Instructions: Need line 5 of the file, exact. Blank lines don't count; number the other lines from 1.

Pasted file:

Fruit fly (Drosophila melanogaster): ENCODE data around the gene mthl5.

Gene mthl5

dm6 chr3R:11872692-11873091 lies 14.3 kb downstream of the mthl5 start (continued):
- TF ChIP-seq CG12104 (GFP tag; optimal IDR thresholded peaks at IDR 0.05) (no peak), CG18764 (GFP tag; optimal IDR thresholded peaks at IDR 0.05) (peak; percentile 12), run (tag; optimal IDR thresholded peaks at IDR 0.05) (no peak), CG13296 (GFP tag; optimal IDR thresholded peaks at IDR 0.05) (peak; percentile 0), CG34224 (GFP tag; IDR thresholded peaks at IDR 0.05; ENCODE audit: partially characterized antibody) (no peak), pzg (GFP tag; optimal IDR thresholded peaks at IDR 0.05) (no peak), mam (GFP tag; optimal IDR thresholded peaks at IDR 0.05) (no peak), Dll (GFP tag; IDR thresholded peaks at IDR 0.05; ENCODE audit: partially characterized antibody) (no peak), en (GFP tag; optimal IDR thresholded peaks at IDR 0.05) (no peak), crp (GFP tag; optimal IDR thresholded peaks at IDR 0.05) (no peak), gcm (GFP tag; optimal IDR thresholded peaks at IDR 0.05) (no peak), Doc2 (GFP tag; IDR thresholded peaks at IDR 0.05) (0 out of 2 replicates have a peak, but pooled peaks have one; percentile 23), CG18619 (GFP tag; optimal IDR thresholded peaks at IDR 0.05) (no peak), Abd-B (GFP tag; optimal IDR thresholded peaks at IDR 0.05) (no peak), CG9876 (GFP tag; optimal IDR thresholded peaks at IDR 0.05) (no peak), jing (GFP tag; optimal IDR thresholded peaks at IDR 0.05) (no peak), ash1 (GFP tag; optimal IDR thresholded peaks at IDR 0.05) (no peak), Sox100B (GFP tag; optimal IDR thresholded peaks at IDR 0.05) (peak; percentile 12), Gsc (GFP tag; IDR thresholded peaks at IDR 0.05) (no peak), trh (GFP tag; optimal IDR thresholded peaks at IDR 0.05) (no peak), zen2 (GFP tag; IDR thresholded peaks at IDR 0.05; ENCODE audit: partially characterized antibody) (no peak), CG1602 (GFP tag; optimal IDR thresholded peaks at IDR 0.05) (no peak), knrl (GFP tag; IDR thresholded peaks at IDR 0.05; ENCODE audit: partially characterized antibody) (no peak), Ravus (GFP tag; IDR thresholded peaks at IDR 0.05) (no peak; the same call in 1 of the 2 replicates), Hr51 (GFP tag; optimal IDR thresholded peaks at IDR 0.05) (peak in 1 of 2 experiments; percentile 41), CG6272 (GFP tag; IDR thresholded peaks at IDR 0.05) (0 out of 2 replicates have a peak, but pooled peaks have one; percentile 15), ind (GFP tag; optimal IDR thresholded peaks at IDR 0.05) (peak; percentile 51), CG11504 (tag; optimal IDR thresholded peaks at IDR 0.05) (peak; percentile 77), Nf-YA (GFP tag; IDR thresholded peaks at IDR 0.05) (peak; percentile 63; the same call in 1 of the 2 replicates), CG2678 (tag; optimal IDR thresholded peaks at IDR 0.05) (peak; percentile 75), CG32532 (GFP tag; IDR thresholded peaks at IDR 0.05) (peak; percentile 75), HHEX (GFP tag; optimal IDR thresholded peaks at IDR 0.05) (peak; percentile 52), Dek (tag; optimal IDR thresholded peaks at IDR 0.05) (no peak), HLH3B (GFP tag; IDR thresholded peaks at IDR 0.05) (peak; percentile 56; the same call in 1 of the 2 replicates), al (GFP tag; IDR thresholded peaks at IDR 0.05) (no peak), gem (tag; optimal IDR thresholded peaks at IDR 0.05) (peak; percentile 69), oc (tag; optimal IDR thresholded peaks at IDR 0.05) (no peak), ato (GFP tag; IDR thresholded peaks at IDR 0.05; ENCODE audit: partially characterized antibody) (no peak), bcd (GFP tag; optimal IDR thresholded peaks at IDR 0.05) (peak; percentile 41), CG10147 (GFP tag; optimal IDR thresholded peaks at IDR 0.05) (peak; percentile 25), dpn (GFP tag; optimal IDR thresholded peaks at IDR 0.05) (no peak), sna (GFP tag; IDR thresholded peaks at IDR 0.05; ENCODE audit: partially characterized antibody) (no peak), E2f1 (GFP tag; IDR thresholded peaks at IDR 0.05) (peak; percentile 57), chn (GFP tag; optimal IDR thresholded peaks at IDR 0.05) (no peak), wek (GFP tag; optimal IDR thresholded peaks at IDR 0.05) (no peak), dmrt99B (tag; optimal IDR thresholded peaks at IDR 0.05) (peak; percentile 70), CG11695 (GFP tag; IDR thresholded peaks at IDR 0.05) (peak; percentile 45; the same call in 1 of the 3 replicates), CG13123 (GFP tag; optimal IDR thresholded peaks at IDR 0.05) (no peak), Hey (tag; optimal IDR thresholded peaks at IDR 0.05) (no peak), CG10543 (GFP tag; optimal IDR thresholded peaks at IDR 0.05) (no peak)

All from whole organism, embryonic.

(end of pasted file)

All from whole organism, embryonic.